Staunton, July 14 – The Kremlin-orchestrated attack on the Forest Brothers in the Baltic countries in the 1940s and on a NATO film clip about them calls attention to a fundamental contradiction in Russian thinking that the powers that be are exacerbating rather than addressing by their criticisms, according to Tatyana Ross.
Today, the Moscow commentator writes, officials “do not want to rewrite what was written in Soviet textbooks” where it was said that “in Ukraine and in the Baltic countries, Soviet power (which was considered correct) was established and its enemies (local Ukrainian nationalist-Banderites and ‘forest brothers’ in the Baltic fought against it.”
That means, according to this verison of events, Ross says, that members of these groups by definition are “criminals” (kasparov.ru/material.php?id=59678A5F0BE68). “But,” she continues, there is a problem. “Russia ‘overthrew’ Soviet power” in 1991 when thousands came to the defense of the Russian White House during the coup attempt and several of them died.
“If Russia overthrew Soviet power (did it?) … then it must (?) condemn (among its other crimes0 the occupation by Soviet military forces of the territories of neighboring states and recognize that those who fought with Soviet power (the nationalists of Ukraine and the Baltics) were not criminals but fighters FOR THE FREEDOM of their countries.”
But if one accepts the Kremlin’s logic, Ross continues, then “why not condemn those in Russia who were at the White House in 1991? [For the present] they are even considered heroes. But those who struggled against Soviet power in Ukraine and in the Baltics are considered criminals. Where is the logic in that?”
According to Ross, officials and regime journalists in Moscow “do not want to rewrite the history … which was written in Soviet textbooks. They do not want to REWRITE THE LIE and write instead the REAL history, that is the TRUTH.” And thus they signal that they “do not consider that power in Russia has changed.” It is the same old Soviet version.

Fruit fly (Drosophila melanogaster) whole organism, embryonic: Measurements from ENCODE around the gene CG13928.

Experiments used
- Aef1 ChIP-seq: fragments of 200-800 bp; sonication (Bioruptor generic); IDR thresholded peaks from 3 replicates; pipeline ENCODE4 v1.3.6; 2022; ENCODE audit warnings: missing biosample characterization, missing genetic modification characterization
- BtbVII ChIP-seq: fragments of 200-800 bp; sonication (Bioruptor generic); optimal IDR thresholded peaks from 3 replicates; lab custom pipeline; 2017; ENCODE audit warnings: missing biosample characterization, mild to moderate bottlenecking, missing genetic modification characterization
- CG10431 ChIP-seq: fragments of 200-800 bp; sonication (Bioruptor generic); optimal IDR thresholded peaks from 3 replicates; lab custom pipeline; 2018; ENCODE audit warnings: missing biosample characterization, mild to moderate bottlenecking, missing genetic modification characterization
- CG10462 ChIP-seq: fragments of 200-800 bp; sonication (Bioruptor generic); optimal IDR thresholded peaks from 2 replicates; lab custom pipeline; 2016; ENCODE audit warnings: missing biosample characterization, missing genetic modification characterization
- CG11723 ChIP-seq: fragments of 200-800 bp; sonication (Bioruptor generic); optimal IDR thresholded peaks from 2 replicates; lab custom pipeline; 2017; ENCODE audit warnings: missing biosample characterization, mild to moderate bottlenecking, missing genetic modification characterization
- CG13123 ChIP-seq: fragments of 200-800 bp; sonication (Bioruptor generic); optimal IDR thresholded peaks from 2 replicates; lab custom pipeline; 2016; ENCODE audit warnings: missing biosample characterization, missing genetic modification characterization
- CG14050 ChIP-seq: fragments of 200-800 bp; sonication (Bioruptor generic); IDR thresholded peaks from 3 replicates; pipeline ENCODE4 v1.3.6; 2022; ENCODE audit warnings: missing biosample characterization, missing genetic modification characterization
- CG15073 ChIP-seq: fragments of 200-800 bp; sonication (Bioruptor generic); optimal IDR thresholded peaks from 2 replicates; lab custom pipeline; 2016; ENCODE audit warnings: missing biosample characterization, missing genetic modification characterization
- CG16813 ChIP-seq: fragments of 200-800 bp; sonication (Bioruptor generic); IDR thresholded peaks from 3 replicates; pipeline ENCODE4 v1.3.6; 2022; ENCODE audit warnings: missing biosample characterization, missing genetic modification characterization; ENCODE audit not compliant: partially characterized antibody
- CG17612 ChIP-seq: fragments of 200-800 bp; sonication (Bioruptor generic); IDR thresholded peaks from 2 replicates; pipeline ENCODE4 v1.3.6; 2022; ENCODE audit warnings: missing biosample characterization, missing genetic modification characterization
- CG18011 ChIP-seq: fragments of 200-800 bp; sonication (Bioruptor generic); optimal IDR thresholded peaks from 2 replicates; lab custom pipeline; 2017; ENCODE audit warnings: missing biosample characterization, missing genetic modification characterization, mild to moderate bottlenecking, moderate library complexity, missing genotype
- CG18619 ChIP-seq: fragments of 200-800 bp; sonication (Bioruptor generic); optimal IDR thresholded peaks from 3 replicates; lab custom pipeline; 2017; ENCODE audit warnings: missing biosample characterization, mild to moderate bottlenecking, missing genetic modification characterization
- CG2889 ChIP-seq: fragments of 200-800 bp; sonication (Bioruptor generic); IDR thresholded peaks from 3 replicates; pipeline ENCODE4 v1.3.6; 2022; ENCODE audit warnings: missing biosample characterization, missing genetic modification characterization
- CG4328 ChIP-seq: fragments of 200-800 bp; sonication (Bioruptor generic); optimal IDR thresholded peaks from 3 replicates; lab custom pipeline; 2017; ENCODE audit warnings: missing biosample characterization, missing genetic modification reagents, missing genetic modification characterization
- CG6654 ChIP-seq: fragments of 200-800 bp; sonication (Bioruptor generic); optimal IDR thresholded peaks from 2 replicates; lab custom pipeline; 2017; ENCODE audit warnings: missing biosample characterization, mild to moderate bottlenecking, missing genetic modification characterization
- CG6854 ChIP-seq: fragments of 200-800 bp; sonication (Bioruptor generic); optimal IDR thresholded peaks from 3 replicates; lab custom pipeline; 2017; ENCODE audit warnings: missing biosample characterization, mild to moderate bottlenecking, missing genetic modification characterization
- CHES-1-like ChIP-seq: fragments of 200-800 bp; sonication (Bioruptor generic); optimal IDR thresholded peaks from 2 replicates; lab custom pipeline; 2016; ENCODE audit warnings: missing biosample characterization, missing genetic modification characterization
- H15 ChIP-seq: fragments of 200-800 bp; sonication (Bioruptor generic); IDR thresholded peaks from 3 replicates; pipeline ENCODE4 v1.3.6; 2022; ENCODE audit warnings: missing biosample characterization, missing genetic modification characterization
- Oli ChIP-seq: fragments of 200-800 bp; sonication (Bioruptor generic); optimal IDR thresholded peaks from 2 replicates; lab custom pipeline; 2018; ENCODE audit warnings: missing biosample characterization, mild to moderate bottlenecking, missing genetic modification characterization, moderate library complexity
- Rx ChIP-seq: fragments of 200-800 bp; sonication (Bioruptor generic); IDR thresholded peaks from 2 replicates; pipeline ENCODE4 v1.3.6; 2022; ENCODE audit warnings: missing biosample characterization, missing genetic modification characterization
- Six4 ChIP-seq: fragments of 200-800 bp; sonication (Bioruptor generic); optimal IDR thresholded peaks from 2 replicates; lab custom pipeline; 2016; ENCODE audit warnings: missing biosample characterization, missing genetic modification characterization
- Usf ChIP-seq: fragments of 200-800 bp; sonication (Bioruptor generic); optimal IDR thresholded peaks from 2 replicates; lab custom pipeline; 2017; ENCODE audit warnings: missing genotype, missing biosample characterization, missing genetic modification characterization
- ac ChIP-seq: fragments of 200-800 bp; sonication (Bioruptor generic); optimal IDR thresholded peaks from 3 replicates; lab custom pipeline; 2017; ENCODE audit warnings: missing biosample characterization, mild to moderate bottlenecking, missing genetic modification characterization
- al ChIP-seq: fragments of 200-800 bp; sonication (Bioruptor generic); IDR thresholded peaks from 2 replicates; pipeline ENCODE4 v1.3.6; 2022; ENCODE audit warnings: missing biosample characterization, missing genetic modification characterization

Many people had hoped, she says, that “a new generation which had not lived in the USSR would grow up and everything ‘would be put in its place.’ But how can one count on that if the new generation is studying the same Soviet textbooks? And it is being taught by the very same Soviet teachers.”
The final word of official Moscow on all this was delivered by Foreign Ministry spokesperson Mariya Zakharova who said that no one can remain “indifferent” to the NATO clip about the forest brothers that has as “its goal undermining the results of Nuremburg. That must be blocked.”
Given such attitudes, Ross says, the question arises: “What will truth be TOMORROW?” Given that the current regime maintains itself with stories about its own “doubtful victories” and by whitewashing “the Soviet-Chekist past,” there is very little that can be excluded as far as what the past will be tomorrow.
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